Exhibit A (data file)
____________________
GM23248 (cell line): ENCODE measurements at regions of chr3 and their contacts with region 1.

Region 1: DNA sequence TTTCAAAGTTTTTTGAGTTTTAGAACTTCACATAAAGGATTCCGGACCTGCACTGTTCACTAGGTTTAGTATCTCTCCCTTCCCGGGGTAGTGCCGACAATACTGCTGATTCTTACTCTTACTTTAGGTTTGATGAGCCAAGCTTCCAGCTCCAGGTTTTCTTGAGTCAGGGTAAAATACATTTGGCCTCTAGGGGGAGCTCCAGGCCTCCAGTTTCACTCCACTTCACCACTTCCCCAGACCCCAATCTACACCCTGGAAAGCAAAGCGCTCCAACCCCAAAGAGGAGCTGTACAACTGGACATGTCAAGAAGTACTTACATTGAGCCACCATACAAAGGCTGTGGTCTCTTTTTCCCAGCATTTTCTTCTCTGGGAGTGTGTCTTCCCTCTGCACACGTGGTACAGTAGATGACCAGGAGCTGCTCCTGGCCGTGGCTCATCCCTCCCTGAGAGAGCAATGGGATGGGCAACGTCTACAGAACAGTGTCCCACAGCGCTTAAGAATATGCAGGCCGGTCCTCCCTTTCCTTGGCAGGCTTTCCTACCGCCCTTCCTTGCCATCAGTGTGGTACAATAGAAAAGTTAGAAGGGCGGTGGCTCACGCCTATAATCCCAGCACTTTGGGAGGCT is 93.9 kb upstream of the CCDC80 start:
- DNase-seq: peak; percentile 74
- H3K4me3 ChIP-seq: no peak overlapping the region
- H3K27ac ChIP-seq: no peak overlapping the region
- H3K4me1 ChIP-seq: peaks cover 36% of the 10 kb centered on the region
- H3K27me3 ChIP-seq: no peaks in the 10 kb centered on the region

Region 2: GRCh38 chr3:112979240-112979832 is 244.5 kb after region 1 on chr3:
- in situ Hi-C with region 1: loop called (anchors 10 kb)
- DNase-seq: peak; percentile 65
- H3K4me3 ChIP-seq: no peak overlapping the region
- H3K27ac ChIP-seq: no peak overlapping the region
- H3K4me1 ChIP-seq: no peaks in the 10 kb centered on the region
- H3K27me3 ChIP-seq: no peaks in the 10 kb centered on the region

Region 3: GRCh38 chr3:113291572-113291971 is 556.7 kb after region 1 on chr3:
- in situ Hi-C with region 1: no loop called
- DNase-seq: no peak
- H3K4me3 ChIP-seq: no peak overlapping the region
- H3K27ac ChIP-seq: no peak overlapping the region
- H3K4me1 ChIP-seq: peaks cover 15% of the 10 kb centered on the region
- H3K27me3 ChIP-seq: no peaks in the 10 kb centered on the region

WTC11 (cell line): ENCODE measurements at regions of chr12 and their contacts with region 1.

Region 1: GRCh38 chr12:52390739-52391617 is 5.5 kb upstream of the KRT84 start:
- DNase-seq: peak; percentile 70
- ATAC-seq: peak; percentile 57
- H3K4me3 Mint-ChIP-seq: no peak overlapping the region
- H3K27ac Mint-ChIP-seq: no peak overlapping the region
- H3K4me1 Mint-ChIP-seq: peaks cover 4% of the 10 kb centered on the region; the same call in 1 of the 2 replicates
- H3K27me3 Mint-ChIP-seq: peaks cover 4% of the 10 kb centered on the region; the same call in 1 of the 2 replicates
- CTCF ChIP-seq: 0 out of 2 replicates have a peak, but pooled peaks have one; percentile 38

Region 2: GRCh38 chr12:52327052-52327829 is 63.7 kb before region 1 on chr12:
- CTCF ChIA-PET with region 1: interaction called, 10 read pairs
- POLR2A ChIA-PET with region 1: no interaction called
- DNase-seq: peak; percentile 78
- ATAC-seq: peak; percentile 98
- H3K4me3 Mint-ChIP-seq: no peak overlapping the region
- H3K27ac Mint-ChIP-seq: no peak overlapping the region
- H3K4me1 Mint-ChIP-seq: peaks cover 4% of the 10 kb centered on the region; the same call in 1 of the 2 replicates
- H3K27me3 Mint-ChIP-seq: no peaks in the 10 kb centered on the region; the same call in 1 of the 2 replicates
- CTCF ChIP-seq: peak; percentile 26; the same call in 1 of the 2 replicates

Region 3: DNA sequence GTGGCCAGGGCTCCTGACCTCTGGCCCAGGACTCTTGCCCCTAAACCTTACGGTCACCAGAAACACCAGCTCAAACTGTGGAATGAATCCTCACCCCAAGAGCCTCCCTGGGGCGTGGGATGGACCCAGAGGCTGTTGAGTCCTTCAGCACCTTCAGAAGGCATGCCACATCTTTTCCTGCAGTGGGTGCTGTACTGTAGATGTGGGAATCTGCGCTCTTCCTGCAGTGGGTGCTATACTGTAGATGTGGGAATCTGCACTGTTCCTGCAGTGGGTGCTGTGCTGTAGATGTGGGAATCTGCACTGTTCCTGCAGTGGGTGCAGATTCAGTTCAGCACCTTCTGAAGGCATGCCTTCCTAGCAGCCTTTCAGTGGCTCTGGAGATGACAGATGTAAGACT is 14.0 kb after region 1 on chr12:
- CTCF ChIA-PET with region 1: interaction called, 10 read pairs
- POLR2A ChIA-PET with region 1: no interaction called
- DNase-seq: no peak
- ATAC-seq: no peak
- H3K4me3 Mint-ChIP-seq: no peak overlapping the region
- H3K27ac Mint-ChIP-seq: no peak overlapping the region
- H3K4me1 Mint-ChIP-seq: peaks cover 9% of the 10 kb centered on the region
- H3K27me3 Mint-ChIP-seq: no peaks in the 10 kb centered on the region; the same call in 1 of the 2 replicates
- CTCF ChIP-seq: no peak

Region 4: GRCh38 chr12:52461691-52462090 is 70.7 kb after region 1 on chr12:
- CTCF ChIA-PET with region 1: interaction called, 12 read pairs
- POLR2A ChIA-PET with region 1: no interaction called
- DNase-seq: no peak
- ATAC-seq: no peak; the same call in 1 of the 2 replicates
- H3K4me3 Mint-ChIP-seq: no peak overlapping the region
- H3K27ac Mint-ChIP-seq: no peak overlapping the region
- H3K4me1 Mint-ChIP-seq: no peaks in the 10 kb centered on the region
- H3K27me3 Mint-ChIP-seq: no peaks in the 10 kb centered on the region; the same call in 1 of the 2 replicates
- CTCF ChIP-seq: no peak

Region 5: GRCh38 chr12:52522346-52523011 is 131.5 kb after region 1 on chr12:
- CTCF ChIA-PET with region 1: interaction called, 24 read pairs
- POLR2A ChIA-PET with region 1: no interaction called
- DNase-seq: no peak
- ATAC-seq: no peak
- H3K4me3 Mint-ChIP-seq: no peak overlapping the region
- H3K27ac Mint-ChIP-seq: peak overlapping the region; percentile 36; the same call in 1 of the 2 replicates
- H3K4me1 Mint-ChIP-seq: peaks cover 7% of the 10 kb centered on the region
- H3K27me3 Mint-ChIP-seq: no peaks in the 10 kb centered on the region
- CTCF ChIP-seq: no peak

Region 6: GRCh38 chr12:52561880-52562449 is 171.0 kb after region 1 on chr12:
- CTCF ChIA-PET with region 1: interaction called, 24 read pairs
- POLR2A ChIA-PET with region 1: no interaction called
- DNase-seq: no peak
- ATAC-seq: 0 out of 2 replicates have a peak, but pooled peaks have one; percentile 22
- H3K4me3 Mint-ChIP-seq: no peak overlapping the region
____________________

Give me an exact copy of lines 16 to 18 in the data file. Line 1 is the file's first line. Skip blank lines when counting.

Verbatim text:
- in situ Hi-C with region 1: no loop called
- DNase-seq: no peak
- H3K4me3 ChIP-seq: no peak overlapping the region